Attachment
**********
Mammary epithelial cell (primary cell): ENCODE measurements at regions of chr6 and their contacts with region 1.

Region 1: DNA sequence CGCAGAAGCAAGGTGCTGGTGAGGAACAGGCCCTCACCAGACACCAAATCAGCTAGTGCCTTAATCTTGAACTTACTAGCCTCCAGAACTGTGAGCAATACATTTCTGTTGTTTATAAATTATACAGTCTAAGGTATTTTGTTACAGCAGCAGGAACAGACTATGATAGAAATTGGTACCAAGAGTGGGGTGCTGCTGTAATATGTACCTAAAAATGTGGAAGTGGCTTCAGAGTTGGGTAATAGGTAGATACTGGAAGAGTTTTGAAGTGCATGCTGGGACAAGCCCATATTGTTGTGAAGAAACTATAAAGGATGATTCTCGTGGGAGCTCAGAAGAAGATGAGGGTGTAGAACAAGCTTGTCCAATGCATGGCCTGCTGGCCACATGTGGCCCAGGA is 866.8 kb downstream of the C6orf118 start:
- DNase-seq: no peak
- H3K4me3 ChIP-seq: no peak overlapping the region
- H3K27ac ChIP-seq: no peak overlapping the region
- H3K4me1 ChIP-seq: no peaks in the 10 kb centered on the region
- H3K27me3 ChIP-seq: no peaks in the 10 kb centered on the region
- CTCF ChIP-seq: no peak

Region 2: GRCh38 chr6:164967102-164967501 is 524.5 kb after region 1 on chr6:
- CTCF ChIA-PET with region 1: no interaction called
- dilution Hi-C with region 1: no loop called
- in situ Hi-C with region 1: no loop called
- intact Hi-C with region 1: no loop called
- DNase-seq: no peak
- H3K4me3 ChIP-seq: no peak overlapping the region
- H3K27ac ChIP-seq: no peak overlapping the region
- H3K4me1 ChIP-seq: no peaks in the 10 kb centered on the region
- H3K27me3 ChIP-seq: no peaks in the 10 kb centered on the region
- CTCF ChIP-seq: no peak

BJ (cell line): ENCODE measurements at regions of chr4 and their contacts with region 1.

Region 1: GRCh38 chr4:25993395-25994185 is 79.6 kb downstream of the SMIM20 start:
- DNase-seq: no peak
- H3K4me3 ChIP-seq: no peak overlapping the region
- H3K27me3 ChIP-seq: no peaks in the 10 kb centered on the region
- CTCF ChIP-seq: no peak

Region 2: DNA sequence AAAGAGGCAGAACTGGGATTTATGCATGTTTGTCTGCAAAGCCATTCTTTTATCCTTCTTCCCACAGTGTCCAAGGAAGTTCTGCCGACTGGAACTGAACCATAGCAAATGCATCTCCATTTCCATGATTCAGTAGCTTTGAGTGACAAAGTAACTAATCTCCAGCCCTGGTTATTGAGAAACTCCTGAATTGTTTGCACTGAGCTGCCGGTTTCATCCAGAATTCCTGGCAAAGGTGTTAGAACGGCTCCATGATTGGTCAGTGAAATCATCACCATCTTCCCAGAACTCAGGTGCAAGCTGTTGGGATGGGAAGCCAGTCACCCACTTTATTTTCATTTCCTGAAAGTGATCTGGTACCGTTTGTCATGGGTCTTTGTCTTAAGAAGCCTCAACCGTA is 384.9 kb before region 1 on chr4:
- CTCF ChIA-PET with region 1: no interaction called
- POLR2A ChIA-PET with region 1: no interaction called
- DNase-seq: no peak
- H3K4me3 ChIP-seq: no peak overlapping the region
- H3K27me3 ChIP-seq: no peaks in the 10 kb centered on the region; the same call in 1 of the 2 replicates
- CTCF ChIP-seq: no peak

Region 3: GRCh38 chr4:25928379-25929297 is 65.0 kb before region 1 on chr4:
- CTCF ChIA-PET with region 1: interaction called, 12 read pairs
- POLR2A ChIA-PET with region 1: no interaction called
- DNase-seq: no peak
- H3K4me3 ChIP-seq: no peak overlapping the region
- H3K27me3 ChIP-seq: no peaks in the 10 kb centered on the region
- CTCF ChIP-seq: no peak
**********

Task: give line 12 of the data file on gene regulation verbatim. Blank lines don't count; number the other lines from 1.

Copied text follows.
- in situ Hi-C with region 1: no loop called